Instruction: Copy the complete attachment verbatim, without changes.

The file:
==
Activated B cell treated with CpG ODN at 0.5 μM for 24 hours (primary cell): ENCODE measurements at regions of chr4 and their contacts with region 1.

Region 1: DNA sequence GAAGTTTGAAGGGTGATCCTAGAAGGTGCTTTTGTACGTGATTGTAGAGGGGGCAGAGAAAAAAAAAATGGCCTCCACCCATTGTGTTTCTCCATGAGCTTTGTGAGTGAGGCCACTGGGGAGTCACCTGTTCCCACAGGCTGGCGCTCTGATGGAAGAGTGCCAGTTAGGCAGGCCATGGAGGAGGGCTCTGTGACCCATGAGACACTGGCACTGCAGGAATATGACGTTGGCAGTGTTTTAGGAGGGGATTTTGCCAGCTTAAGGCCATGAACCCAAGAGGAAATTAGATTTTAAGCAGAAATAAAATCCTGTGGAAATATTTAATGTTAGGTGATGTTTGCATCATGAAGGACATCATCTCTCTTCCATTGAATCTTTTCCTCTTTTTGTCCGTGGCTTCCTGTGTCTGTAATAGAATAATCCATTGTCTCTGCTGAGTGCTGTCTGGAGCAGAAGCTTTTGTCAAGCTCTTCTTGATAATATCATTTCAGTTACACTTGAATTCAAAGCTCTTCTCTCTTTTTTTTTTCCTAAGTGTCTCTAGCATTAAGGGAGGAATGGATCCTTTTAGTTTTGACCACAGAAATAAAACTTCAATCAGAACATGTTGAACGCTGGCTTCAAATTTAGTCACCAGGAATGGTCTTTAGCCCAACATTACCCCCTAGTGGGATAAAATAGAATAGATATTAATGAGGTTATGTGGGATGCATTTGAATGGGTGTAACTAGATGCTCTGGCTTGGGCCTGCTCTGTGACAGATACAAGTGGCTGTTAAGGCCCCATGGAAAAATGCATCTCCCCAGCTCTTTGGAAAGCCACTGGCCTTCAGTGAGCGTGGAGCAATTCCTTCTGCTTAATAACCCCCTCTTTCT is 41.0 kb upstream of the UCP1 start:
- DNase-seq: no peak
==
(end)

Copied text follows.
Activated B cell treated with CpG ODN at 0.5 μM for 24 hours (primary cell): ENCODE measurements at regions of chr4 and their contacts with region 1.

Region 1: DNA sequence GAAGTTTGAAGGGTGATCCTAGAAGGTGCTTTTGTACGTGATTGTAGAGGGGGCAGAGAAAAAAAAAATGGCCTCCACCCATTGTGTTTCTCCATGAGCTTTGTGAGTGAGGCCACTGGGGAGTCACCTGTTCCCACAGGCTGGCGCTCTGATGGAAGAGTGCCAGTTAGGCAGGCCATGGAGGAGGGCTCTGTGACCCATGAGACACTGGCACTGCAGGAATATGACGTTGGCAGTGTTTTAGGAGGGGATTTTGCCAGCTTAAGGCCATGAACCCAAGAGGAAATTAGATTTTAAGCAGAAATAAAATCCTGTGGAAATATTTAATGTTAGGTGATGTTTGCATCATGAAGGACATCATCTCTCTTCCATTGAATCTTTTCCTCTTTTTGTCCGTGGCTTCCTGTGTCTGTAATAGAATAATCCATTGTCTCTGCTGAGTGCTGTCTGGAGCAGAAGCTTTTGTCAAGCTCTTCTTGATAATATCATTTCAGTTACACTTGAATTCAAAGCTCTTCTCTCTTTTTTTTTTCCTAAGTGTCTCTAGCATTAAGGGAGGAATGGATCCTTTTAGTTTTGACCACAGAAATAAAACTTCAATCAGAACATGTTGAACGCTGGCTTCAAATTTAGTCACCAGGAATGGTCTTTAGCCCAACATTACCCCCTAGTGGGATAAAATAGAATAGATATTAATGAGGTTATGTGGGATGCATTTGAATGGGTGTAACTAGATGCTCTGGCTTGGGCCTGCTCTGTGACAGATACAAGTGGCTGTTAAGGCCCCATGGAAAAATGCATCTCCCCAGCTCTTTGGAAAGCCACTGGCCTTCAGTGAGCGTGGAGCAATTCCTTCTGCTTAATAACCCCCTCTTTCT is 41.0 kb upstream of the UCP1 start:
- DNase-seq: no peak